It’s easy to imagine yourself back in time in Edinburgh, Scotland. A walk down the Royal Mile conjures up images of a busy marketplace where trader’s haggle over the price of goods, and horses trot back and forth down the ancient thoroughfare from the castle at one end to the royal palace at the other. In the middle of Old Town, a rowdy crowd of tartan and kilt-wearing clansmen stumble from pub to pub in search of another shot of whiskey or pint of ale. With lantern in hand, they belt out Scottish folk-songs as they make their way home through a maze of dark alleys and steep cobblestone streets in the wee hours of morning.
Our experience in Edinburgh was nothing like that, but it’s easy enough to imagine! As the last stop on our CIE tour of Scotland, I felt like we had saved the best for last. Don’t get me wrong, ALL of Scotland is beautiful! It is a diverse country with castles, rocks, highlands and lowlands, but Edinburgh has it all. Thanks to its spectacular setting high on Castle Rock (which is literally a plug in an extinct volcano), the view is of green hills, blue seas and some of the grandest medieval architecture you’ll ever see.
We arrived late in the afternoon with just enough time to explore the vicinity of the Macdonald Holyrood Hotel before dinner. From the look of things, Edinburgh was going to be incredible! Our Scottish evening included a meal, drinks and a show complete with delectable items such as bangers and mash, fish and chips, cheese and oatcakes, and of course haggis and black pudding. Cranachan (cream, honey, whiskey-soaked oats and raspberries) with strong black coffee was served during a lively song and dance show featuring bagpipes, fiddles and tin whistles.
The next morning was brisk and blustery; none the less, we started our tour at the highest, most windy spot in Edinburgh—the Castle. It totally dominates the city skyline. Archaeological evidence suggests the location of the castle has been a fortified stronghold since the 6th century and a royal castle has existed there since the reign of Malcolm III around 1060. Due to damage, decline and reconstruction over the years, little remains of the original structures. A small chapel on the highest point of the rock dates back to 1124 and is the oldest surviving building. The iconic castle, where centuries of royalty have lived and died, has stunning views of all that surround it.
After the castle tour, we strolled along the Royal Mile, a street which connects the castle to the Royal Palace. Because space was physically confined in the Old Town area, buildings were compelled to expand upward which explains the 6, 10, and even 12-story tenements. Most of the medieval structures have retained their original form over the years, so the area is listed as a UNESCO World Heritage Site. The most popular section of the Royal Mile is near High Street. Beautiful St. Giles Cathedral is here, as well as popular shops, pubs and restaurants.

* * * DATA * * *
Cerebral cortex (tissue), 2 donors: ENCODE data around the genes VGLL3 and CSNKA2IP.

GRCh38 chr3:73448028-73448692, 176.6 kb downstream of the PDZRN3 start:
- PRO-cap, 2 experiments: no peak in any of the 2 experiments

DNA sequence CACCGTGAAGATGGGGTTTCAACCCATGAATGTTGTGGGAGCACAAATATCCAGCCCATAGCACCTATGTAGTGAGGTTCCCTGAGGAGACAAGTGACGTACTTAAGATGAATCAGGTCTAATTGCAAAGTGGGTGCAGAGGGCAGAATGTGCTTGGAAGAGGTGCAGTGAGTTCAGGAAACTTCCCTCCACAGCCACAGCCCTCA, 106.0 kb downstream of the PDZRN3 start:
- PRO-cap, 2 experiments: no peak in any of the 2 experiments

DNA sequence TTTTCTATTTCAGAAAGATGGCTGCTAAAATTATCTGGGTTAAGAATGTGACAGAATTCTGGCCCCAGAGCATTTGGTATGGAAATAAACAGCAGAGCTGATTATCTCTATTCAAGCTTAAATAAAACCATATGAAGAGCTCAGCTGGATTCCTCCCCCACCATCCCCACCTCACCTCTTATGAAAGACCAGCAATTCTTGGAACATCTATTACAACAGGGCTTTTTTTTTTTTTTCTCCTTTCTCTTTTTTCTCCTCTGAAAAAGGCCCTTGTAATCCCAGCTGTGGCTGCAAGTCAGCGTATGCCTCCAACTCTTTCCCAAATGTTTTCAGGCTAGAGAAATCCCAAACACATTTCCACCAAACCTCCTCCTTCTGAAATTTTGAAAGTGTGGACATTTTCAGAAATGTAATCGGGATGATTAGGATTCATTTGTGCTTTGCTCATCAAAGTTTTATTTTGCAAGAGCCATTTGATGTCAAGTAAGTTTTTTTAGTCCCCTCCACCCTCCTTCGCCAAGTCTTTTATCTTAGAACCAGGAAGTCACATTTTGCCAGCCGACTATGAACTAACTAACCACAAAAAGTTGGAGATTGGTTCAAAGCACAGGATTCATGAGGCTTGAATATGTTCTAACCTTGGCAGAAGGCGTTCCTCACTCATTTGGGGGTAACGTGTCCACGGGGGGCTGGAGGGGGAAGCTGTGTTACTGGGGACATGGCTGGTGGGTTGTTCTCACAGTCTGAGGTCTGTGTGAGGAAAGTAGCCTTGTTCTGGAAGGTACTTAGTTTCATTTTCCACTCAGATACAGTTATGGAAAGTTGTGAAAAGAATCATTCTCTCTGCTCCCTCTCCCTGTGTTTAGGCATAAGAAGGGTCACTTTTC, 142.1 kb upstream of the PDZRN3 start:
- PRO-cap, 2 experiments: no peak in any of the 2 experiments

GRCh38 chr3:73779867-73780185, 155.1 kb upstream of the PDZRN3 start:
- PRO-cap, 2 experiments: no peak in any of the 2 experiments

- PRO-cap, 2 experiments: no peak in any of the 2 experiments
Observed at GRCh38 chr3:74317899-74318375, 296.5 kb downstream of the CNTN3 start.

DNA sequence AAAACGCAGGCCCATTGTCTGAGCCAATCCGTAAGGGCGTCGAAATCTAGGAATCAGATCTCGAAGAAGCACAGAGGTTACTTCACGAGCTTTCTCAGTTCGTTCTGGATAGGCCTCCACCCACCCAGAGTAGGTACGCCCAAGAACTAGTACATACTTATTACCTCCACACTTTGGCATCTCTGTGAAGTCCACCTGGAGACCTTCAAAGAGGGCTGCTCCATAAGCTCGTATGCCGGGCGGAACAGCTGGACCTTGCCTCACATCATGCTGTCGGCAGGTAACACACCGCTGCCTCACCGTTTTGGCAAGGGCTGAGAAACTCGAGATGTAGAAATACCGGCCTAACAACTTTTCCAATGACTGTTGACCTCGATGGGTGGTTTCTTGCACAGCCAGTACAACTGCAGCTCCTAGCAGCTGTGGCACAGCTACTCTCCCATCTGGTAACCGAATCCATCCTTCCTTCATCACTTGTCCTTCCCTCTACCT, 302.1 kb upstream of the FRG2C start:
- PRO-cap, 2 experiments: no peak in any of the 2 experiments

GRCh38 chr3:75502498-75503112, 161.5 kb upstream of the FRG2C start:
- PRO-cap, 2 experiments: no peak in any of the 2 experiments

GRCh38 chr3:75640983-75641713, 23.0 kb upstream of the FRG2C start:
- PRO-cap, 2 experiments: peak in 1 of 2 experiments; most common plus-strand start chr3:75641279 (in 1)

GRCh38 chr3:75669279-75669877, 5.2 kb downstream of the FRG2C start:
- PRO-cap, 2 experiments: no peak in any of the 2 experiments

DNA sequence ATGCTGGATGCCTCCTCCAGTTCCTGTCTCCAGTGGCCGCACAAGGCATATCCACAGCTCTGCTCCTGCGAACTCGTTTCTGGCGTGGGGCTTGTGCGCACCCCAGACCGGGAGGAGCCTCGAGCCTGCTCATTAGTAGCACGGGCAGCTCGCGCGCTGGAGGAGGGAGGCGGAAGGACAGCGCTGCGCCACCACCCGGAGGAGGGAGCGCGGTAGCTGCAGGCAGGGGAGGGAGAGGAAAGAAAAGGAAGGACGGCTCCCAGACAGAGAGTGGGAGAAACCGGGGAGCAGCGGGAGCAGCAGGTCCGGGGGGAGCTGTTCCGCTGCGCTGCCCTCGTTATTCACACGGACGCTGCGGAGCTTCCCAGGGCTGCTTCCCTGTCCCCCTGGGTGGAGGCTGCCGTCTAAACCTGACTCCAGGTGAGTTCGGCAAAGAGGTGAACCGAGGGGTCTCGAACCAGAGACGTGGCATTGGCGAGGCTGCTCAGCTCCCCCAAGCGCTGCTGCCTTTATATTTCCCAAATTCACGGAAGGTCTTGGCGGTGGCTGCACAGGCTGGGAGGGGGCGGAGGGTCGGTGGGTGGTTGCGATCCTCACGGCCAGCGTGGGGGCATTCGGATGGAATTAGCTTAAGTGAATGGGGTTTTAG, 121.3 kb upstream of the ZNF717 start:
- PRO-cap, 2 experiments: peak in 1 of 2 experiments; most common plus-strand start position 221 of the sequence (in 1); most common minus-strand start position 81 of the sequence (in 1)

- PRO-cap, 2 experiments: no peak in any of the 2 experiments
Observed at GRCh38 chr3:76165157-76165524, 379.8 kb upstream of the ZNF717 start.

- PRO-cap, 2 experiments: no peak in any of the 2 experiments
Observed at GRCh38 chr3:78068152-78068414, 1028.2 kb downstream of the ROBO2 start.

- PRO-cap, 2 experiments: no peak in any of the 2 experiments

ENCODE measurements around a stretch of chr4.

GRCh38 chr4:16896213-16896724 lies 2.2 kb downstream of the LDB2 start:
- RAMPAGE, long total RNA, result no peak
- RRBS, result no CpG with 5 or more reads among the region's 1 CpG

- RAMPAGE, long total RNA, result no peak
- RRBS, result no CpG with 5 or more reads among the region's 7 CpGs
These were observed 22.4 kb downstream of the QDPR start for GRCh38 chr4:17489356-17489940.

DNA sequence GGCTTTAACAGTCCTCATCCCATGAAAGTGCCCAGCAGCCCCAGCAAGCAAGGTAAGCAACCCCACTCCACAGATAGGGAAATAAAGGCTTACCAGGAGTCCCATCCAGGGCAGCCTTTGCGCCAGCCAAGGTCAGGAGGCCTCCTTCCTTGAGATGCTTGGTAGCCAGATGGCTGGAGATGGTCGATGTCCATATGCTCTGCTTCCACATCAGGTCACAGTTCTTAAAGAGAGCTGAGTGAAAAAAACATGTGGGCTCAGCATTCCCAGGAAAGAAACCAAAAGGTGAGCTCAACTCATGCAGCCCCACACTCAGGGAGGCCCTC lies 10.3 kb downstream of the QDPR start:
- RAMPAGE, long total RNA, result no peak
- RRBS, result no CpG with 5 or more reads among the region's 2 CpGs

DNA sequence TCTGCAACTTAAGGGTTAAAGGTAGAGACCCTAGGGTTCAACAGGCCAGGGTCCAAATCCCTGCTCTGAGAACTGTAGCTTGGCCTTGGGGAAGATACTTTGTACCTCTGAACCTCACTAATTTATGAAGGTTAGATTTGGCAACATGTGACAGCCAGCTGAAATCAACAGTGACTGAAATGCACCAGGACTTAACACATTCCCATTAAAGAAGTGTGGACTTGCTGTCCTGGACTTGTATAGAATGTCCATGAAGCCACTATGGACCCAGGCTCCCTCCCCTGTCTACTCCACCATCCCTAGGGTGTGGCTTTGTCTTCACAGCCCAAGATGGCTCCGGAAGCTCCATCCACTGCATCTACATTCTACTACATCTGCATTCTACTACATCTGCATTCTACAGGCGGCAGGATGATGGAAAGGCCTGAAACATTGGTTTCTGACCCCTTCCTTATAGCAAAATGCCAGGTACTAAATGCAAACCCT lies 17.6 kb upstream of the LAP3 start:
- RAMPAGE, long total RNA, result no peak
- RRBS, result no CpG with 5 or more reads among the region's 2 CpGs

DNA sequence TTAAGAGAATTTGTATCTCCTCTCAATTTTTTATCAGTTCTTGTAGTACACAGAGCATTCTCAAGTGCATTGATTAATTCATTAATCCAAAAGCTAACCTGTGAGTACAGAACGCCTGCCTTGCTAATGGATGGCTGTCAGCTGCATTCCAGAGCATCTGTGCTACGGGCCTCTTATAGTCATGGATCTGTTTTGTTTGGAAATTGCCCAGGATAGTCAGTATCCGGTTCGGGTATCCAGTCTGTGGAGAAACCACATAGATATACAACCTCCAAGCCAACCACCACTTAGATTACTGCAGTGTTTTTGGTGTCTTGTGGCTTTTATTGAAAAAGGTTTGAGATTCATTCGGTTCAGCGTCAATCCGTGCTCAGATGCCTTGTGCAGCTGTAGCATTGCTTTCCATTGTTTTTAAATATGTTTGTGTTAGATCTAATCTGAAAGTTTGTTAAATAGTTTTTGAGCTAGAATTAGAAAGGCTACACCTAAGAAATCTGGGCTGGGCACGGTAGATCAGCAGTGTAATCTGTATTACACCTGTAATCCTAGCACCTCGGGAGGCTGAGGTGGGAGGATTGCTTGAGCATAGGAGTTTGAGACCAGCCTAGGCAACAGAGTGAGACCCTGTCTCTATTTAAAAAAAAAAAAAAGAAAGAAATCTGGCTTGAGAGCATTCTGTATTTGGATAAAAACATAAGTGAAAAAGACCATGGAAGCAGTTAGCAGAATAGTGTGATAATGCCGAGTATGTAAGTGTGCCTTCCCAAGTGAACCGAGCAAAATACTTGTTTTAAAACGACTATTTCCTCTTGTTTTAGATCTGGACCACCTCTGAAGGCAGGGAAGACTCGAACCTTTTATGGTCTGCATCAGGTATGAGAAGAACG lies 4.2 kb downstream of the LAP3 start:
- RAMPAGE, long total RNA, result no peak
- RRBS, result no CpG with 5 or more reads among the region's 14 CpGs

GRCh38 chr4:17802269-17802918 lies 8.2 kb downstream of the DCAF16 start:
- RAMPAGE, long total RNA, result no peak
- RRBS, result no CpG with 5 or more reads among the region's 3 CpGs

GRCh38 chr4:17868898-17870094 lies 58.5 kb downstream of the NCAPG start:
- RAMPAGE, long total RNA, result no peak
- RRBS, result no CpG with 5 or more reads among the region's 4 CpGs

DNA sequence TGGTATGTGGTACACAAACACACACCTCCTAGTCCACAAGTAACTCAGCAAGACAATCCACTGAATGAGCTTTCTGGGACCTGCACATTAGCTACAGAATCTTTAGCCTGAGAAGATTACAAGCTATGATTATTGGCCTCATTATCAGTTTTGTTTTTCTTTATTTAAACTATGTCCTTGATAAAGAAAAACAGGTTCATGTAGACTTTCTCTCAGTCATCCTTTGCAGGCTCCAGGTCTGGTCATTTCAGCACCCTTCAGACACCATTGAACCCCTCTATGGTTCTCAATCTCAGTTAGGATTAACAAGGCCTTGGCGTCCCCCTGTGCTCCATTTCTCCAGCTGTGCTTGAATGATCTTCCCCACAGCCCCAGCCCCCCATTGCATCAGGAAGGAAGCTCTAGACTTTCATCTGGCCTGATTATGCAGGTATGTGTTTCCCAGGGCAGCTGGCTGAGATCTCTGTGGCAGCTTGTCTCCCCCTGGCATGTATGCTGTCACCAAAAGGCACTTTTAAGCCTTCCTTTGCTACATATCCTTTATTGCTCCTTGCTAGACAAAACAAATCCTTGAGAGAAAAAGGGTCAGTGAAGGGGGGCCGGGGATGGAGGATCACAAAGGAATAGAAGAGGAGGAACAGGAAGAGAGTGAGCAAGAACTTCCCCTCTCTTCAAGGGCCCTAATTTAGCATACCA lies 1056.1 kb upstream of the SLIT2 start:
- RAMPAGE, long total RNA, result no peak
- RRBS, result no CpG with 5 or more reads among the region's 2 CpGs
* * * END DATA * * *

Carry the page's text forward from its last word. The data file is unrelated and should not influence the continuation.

At the lower end of the Royal Mile is the Palace of Holyroodhouse as well as the ruins of a 12th century abbey, Holyrood Park (aka the Queen’s Park) and the Scottish Parliament. The Palace is the official residence of British royalty when they visit Scotland. Queen Elizabeth spends one week each summer at Holyrood, at which time they fly the Royal flag of the United Kingdom; at all other times the Royal Banner of Scotland is displayed.
The palace as it stands today was built between 1671 and 1678. Next to the palace are the remains of what once was the finest medieval abbey in Scotland. The Abbey was enlarged over the centuries, its grandeur evident by the size of the roofless nave, the walls of Gothic windows and a vaulted ceiling. I found it hauntingly beautiful! The gardens were magnificent as well, offering a peaceful atmosphere and a kaleidoscope of color.
We spent a few hours of our free time at the National Museum of Scotland. It contains a wonderful assortment of displays featuring science, natural history, world cultures and Scottish artifacts. Not far from the museum is the statue of Greyfriars Bobby, a little dog who famously guarded the grave of his owner for 14 years until the dog passed away in 1872. We headed back along the Royal Mile where we checked out a few shops and had dinner at the well-known “World’s End” pub. It was a pleasant evening, so we walked to Princess Street after dinner. The street has no buildings on the south side to allow for unobstructed views of Old Town and the Castle. The Scott Monument, a Victorian Gothic structure dedicated to the Scottish author Sir Walter Scott, stands in the Princess Street gardens.
Our tour group was headed for Belfast, Northern Ireland the next day, so it was time to say goodbye to Edinburgh. During our brief stay here, we barely scratched the surface of all there is to see and do, but it was long enough to appreciate the historic city scene of Edinburgh, Scotland.
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